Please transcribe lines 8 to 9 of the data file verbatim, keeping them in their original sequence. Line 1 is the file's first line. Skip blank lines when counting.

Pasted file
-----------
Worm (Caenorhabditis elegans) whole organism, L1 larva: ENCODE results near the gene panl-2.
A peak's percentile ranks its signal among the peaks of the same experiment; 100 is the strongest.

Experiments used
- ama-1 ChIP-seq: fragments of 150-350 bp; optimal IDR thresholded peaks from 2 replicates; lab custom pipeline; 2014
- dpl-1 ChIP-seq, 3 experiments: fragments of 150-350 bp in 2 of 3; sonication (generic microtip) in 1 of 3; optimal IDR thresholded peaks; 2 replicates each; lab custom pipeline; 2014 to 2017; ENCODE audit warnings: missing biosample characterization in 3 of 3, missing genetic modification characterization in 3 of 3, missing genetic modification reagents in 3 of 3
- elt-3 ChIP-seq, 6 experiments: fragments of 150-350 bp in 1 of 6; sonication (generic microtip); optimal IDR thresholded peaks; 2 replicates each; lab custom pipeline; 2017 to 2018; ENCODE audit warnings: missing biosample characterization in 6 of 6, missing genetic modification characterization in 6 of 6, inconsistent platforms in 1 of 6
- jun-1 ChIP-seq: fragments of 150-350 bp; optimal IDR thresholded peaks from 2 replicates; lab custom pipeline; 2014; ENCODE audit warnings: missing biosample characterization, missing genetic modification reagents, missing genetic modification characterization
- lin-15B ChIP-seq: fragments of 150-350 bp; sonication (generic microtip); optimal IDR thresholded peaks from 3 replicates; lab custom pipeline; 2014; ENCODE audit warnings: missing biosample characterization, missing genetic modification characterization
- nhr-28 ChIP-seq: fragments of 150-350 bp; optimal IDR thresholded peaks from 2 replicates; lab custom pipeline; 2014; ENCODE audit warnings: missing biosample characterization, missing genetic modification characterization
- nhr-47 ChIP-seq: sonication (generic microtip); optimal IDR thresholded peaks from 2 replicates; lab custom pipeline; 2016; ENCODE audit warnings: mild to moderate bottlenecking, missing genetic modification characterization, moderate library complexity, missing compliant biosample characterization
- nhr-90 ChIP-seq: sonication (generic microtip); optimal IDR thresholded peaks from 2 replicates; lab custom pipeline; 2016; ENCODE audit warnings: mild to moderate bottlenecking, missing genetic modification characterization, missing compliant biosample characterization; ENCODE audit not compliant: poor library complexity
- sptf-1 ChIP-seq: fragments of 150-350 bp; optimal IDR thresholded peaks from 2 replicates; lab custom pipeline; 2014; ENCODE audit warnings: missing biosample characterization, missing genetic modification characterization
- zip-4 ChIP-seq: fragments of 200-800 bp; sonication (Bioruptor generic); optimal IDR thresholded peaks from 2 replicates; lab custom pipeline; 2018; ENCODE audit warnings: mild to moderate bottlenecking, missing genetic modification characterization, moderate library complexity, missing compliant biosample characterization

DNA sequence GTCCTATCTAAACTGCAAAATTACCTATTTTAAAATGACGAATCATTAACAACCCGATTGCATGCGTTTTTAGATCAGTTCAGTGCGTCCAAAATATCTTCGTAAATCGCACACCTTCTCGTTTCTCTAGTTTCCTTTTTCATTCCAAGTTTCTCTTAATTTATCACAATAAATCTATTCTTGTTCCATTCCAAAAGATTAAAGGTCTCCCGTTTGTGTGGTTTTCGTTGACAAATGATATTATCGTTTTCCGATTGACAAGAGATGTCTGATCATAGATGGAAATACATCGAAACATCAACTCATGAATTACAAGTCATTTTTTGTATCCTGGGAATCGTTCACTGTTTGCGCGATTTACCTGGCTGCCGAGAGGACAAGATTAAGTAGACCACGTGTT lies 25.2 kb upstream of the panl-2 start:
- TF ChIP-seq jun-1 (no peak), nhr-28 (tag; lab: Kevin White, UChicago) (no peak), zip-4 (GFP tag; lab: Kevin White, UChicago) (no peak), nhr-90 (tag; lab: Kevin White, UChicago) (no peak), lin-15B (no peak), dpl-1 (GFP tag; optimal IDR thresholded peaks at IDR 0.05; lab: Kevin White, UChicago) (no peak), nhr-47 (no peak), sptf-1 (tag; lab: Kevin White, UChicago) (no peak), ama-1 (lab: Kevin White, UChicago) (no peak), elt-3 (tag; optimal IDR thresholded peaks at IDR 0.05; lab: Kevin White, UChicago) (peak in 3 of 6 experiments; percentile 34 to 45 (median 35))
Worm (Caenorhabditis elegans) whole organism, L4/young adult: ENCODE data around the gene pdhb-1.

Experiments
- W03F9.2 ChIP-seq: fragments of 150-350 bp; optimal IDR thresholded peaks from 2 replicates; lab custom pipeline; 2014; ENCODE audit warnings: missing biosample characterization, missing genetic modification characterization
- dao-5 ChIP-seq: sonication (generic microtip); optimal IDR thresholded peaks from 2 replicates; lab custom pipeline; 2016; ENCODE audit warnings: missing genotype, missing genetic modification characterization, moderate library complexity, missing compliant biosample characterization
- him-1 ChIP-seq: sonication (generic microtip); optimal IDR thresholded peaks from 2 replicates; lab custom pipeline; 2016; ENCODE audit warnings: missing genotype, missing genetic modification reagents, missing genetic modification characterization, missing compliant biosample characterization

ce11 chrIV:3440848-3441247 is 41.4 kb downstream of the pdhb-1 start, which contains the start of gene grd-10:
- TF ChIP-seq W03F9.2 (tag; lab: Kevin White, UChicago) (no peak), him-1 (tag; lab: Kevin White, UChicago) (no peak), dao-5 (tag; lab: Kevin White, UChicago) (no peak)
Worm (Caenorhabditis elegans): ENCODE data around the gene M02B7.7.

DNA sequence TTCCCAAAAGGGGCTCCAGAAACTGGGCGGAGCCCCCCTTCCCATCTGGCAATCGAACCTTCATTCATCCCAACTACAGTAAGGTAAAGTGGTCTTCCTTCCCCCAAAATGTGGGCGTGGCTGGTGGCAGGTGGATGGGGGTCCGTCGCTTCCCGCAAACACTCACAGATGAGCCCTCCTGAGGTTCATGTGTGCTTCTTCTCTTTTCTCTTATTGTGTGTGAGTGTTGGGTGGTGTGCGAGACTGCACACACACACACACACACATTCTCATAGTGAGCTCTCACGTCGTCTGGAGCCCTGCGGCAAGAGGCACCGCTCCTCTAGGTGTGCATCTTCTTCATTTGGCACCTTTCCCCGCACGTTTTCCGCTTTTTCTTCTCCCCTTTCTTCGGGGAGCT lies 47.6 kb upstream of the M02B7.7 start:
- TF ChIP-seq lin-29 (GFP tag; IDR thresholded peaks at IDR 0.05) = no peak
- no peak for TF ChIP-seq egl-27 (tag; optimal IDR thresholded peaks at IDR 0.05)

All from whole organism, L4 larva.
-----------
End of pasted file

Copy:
- lin-15B ChIP-seq: fragments of 150-350 bp; sonication (generic microtip); optimal IDR thresholded peaks from 3 replicates; lab custom pipeline; 2014; ENCODE audit warnings: missing biosample characterization, missing genetic modification characterization
- nhr-28 ChIP-seq: fragments of 150-350 bp; optimal IDR thresholded peaks from 2 replicates; lab custom pipeline; 2014; ENCODE audit warnings: missing biosample characterization, missing genetic modification characterization